The Flatstock Project

Last year I started The Flatstock Project as a PR and fundraising vehicle for The Center School, the high school my eldest child has attended for the past four years. Selling student poster art is definitely NOT going to spackle all our financial cracks, but every little bit helps. The Flatstock Project is my version of stone soup.

Wyn Pottinger-Levy, Center’s Arts Integration Specialist/Graphic Design Instructor and I first talked about having students create posters a few years ago. I kept the idea in the back of my brain until Fall 2010 when I was perusing the parent volunteer sign-up sheets and saw the name Mike Strassburger, one of the principles at Modern Dog Design Company, on the list.

Modern Dog is an internationally acclaimed design studio that is known for its bold and imaginative graphics. Their posters are so good someone even wrote a book about them. Did we get lucky or what?

I contacted Mike Strassburger to explain the idea and ask if he would come talk to a group of students about what makes great posters great. Thankfully he said Yes. I next contacted The Vera Project – an all-ages music venue and recording facility in the NW rooms at the Seattle Center; part of The Center School’s “campus.”  Since budding musicians need to advertise their shows, the Vera space includes a no-frills silkscreen shop for people to print their own gig posters and band fan-wear.

After all, the art form now known as flatstock  grew out of the advertising efforts of 90’s rock bands. Silkscreen printing is cheap, fast, and it’s possible to set up a workable print station next to the drum kit in your garage. Seattle has bragging rights to some of the most innovative and well-known of the early flatstock gig-poster artists, so I felt I was furthering a local artistic tradition. If you’ve gone to Bumbershoot the past few years, you may have visited the Seattle Flatstock Exhibit in the Flag Pavilion – one of four shows presented each year by The American Poster Institute (the others are in Austin, Chicago and Hamburg). For those looking for cool and affordable flat art, it’s a 2-D candy store, although many of the images nowadays have nothing to do with music.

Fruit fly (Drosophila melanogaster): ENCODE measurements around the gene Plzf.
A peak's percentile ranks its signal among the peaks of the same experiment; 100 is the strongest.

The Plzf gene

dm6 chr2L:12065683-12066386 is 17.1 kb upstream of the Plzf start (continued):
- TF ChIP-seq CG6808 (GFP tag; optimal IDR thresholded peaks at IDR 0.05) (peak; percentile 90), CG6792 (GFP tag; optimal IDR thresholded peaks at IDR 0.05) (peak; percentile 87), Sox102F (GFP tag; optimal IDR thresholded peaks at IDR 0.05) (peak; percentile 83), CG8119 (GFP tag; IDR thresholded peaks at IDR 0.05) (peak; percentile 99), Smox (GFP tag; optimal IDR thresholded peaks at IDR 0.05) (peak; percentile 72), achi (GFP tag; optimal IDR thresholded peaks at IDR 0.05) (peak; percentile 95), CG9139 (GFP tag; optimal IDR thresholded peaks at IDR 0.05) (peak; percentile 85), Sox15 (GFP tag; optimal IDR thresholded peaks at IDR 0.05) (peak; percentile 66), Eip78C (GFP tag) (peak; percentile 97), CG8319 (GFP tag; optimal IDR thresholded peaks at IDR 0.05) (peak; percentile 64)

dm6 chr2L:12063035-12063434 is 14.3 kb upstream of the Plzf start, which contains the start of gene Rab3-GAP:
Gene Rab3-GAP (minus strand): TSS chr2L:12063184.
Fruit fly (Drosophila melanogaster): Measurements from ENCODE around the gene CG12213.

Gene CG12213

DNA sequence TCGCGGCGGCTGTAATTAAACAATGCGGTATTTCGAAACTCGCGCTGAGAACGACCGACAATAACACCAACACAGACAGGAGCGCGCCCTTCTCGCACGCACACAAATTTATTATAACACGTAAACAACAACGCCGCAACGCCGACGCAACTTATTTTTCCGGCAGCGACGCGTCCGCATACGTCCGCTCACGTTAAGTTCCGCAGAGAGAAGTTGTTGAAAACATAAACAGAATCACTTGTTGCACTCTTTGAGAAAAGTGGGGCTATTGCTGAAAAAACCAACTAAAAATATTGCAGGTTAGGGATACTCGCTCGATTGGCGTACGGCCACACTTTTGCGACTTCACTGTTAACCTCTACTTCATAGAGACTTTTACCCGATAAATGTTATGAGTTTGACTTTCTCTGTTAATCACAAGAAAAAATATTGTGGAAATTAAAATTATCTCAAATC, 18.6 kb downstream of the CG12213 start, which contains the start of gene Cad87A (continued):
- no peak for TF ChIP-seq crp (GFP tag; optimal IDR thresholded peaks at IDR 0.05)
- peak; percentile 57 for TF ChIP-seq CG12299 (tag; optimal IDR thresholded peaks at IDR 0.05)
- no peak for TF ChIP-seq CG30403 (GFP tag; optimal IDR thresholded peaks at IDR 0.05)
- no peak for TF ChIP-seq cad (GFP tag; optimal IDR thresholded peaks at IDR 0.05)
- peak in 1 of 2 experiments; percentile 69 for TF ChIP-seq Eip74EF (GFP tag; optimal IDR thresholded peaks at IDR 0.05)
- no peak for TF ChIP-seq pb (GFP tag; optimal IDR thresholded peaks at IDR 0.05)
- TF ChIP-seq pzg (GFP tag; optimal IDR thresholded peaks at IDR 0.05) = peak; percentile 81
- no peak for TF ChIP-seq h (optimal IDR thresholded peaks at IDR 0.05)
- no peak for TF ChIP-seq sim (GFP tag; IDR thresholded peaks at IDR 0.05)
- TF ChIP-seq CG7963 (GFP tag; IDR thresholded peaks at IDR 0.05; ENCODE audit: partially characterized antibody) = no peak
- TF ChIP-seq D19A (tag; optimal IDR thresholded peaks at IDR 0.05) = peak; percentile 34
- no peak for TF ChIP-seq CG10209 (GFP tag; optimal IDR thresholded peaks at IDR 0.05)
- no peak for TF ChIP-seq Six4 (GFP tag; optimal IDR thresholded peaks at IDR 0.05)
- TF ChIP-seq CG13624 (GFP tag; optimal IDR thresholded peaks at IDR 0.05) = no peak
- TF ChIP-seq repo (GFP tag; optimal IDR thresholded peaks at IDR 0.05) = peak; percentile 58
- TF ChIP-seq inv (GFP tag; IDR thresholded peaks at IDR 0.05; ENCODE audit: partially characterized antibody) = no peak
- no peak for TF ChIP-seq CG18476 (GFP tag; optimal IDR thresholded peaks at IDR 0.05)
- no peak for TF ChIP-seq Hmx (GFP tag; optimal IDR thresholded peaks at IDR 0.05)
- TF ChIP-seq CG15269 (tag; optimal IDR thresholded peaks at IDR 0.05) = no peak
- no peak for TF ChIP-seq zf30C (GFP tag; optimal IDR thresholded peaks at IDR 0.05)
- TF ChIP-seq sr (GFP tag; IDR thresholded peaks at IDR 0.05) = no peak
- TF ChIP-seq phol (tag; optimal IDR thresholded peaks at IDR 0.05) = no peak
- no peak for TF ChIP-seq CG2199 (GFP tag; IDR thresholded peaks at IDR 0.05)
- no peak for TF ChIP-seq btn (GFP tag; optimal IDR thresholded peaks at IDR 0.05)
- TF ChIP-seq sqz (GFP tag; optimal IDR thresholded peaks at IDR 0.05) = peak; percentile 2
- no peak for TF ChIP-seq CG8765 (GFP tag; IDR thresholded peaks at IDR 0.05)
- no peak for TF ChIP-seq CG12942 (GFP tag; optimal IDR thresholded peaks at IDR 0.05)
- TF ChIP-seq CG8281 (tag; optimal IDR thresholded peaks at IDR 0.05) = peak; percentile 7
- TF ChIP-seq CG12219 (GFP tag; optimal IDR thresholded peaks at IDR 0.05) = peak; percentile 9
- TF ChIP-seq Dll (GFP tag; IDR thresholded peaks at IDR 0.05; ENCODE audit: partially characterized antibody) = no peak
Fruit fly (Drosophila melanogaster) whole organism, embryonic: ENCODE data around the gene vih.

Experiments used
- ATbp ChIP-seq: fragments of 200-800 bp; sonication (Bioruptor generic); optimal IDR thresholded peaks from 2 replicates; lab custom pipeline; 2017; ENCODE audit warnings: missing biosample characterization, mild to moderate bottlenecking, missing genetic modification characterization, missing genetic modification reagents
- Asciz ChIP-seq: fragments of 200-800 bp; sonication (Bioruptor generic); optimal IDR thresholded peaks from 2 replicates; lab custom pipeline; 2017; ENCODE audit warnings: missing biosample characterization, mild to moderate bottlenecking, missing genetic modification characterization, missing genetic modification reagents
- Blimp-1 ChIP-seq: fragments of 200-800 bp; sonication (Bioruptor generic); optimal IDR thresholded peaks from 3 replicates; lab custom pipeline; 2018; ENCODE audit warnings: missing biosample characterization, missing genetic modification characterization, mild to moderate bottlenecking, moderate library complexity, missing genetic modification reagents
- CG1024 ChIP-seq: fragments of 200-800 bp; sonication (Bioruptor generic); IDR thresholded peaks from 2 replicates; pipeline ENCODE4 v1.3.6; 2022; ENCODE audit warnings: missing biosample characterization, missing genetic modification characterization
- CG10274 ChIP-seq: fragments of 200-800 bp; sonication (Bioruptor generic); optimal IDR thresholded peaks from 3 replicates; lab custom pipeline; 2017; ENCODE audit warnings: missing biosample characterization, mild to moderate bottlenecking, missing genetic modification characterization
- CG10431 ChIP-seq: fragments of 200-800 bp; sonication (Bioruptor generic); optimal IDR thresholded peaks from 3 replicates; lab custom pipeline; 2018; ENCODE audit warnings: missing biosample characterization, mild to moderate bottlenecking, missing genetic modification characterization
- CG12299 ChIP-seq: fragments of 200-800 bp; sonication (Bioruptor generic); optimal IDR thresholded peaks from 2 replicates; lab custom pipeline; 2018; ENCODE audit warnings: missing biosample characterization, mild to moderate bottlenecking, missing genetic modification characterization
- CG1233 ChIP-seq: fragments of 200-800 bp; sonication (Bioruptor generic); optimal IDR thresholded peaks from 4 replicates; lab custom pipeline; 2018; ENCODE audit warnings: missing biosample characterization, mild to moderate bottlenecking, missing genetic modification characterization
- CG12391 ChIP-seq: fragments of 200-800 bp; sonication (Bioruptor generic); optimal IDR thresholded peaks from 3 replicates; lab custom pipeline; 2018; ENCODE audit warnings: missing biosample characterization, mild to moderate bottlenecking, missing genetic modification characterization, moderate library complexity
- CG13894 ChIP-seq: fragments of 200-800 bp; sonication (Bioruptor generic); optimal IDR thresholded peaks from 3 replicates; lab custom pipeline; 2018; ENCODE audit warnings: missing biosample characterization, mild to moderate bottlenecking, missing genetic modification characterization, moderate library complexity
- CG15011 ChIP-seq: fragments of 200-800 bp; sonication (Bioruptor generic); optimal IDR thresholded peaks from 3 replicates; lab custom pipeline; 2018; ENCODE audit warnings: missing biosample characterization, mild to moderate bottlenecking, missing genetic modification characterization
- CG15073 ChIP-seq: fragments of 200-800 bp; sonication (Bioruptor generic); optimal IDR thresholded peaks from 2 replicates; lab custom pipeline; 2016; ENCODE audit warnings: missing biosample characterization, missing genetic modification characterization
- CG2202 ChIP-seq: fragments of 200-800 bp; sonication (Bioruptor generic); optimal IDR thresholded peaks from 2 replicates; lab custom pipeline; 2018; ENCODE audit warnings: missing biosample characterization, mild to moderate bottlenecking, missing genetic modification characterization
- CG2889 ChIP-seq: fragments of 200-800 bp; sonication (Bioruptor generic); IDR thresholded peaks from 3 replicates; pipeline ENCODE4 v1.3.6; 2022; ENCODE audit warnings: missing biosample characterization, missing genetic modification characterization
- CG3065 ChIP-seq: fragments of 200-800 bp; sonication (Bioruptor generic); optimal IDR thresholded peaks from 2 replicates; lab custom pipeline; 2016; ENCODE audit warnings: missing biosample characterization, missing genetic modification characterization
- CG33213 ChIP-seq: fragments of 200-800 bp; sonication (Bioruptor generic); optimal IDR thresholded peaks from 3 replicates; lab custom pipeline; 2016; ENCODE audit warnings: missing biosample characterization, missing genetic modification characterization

The Vera Project offers a Silkscreen 101 class for $25 which gives you the basic training you need to use their screen-printing equipment. You can then sign up to use the print shop during one of their open sessions for only $7. Vera can look a bit intimidating if you are over 25 and not heavily inked and multiply pierced, but working with the people at Vera has been great. They are some of the coolest people around.

Next I put together a proposal for the Center School Community Association (CSCA – Center’s version of PTSA) asking if they would cover the costs of creating the posters, which would then be sold at The Center School’s Arts Showcase – an end-of-the-school-year event where all forms of student art created in the past year are put on display. This includes arts-integration projects as well as photography, paintings and drawings from the visual arts classes, a screening of student films from the film department, and Center’s very own and eternally popular poetry slam. Why not take advantage of the situation and try and sell some student art to raise money for more student art?

The art staff at Center recommended a small group of particularly talented and reliable students whom I invited to participate. During our first meeting, I had Rick Lorig, a friend and fellow flatstock enthusiast, come in and show off some of the prints from his collection as inspiration.